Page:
Summary of Animal farming

In this post, I will summarise what I have learnt in this semester’s blogging experience.

Takeaways from animal farming posts include:

  • The political hushing of the environmental issues
  • Greenhouse warming due to the release of Greenhouse gases like Methane (from Manure) and Carbon-dioxide (from deforestation and reduction of carbon sinks)
  • The chemical properties of Methane and carbon-dioxide
  • Nitrate pollution from manure
  • The recycling of manure for energy generation, how poop becomes power
  •  How dietary change may or may not help the environment

Dietary revolution to save the Earth from global warming? (3)

As promised, this post will discuss why green technologies like the biogas digester cannot fully ensure that animal farming will be totally unpollutive, and I argue that a dietary revolution is a complete overkill. Slight modifications to the diet and preferences for meat will suffice. The content used in this post is really a mix from what I have gathered from the different modules I have taken in this semester.

PAVE poster. The production of dairy milk, to satisfy man's dietary preference, demands a disproportionately high amounts of water

PAVE poster. The production of dairy milk, to satisfy man’s dietary preference, demands a disproportionately high amounts of water

Which livestock takes more ecological footprints to raise?

Which livestock takes more ecological footprints to raise? A picture taken in another geography class tutorial.

With this 2 posters, I wish to posit that the ecological footprint, environmental pollution and degradation effects like Greenhouse effects and global warming caused by animal farming have to be measured at different sources and stages of creation, production, transport and consumption.

Creation of land for grazing and feeds

For livestock like chickens, hogs and cows, the amount of feed needed to raise these livestock necessitates the deforestation of vegetation for the cropping of the feed. Such deforestation reduces the potential of the vegetation to function as carbon sinks. This can thus result in the emission of CO2. Similarly, the creation of pasture and grazing land also demands deforestation (Mohr, 2005). (For more specific details, please refer to my “Monoculture Farming Part 2: Air Pollution (3)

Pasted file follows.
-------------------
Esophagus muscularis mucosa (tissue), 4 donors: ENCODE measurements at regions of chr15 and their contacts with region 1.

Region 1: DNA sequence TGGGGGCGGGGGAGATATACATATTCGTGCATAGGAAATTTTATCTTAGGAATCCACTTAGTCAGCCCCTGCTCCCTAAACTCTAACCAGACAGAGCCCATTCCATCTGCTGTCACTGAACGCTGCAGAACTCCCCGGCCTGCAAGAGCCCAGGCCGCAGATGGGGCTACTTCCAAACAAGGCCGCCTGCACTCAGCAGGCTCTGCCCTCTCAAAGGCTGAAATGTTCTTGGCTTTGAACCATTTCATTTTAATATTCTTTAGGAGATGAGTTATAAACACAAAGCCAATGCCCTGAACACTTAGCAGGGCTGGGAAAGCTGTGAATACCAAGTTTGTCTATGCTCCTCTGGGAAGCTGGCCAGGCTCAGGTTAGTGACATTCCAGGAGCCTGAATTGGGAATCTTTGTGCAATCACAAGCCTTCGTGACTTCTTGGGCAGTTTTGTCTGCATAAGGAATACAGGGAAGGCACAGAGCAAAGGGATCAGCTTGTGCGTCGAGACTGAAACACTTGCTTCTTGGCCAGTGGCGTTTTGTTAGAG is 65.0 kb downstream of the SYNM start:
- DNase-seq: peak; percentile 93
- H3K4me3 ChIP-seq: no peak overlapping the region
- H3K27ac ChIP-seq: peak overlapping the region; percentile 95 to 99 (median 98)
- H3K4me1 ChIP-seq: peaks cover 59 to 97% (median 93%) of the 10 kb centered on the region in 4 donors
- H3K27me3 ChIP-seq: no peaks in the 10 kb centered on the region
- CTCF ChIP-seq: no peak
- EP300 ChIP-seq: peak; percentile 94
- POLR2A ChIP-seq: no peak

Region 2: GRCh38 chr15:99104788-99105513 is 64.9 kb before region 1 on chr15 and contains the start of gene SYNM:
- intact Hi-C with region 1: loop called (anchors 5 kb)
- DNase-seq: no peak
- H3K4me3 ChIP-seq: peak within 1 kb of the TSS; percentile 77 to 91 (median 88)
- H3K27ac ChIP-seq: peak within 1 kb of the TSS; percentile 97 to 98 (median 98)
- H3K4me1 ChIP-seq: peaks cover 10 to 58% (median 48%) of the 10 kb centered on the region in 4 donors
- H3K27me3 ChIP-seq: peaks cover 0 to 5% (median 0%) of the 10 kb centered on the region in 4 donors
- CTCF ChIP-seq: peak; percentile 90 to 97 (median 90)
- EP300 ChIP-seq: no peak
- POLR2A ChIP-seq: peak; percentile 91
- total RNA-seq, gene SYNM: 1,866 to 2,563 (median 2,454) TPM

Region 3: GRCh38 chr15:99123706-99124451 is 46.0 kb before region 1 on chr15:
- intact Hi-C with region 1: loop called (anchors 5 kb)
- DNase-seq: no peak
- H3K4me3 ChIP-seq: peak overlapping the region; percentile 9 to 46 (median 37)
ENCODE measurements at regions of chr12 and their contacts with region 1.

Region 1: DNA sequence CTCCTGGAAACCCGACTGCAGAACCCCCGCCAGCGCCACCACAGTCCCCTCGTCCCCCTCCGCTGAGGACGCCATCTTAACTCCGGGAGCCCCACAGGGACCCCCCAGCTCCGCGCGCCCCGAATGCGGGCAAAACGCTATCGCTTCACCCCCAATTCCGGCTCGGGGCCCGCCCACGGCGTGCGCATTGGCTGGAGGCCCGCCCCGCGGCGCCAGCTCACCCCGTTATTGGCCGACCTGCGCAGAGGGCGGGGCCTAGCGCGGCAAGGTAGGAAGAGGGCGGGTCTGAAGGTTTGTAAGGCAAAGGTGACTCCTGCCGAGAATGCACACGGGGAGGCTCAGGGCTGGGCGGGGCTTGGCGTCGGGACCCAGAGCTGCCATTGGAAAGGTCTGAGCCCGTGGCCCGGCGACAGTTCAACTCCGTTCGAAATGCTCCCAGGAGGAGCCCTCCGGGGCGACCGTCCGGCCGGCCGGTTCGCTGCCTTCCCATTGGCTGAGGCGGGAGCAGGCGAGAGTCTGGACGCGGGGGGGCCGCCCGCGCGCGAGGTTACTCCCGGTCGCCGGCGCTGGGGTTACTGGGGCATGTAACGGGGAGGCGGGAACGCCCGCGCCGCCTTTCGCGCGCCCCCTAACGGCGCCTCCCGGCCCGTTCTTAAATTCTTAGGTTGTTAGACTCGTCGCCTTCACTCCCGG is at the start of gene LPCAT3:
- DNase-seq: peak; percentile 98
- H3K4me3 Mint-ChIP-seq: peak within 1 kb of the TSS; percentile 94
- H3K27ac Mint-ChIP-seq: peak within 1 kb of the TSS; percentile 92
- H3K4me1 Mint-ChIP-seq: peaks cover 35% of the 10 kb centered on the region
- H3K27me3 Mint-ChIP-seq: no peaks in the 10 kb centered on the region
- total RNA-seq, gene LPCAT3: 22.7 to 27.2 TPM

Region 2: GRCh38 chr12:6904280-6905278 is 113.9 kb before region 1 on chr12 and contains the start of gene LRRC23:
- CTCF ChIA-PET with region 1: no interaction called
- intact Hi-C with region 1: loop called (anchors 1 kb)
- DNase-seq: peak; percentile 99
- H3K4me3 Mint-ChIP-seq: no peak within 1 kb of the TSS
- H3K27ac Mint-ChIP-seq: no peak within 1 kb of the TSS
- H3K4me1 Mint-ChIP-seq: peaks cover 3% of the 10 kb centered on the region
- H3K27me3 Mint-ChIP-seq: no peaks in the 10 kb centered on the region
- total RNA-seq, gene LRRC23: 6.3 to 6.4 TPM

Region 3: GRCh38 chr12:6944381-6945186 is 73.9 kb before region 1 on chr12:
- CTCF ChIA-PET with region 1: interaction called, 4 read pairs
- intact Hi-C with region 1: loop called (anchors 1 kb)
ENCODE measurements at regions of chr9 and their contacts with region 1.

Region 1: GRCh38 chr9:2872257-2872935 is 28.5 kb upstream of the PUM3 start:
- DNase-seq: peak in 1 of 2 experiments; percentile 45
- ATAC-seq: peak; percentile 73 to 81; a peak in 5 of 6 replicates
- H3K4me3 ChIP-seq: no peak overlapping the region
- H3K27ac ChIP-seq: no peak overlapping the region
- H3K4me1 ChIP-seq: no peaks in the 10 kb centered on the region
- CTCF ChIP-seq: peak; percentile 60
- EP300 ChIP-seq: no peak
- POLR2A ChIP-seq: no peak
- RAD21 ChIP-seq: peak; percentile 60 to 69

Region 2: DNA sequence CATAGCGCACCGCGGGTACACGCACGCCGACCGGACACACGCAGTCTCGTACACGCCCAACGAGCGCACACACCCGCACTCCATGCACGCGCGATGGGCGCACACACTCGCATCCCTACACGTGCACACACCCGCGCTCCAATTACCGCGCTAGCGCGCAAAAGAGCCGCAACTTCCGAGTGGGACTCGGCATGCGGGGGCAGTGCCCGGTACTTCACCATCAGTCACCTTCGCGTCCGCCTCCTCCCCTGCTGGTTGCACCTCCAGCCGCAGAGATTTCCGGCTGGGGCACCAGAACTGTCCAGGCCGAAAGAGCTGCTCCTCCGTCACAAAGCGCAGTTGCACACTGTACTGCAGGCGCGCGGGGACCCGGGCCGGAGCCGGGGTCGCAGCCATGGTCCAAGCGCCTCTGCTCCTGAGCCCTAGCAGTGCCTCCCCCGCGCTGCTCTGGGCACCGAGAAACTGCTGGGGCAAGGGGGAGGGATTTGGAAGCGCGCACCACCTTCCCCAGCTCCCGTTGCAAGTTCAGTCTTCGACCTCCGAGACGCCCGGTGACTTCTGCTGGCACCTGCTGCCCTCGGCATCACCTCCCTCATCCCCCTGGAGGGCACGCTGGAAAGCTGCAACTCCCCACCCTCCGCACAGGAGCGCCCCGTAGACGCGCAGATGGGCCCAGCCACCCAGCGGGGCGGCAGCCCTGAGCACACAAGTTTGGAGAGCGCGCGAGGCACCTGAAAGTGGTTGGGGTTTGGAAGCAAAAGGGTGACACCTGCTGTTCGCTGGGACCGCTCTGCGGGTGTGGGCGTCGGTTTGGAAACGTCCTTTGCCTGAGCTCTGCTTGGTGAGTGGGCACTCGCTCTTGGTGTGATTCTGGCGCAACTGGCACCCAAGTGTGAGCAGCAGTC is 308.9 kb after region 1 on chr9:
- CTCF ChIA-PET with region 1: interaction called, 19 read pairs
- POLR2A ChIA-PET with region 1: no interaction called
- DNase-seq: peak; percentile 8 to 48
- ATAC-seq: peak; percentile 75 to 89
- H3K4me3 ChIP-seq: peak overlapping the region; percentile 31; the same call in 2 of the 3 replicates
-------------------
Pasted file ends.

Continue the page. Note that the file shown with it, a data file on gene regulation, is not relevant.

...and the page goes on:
Production of food produce 

As suggested in the PAVE poster, the production of a unit of milk requires an input of 2000 units of water. The production of milk is thus water-inefficient. While this is not directly related to environmental pollution, looking back at the example of the hog carcasses disposal incident in China, the production and management of the food produce, and their waste can become a water pollution problem if regulations are lax and not adhered to.

Transport of Food produce

Many cities import their food produce. A city is built such that it is not self-sufficient. It has to rely on its surrounding regions for many materials and resources because a city has outsourced many of its activities such as food production and etc. This propels cities to import, or get food from over long distances. In the case of Singapore, a city-state, the import of food is a necessity. Food can be flown in from long distances or driven in via the courseway. Nonetheless, the point I want to make is that food, regardless of meat, poultry or even vegetables, travel over long distances and this translate to a high carbon emission of food transport.

Consumption of food

While vegetarians can be equally guilty of contributing to Greenhouse effect, I think the worst culprits are the red-meat lovers. In Smil (2002) paper, he clearly shows that cows are the most inefficient meat to produce. Every 1kg of beef produce requires a more than proportionate 10 kg worth of feed. So a single dairy farm, as compared to a poultry farm, contributes to more carbon emission (through the consumption of feed grown on deforested land).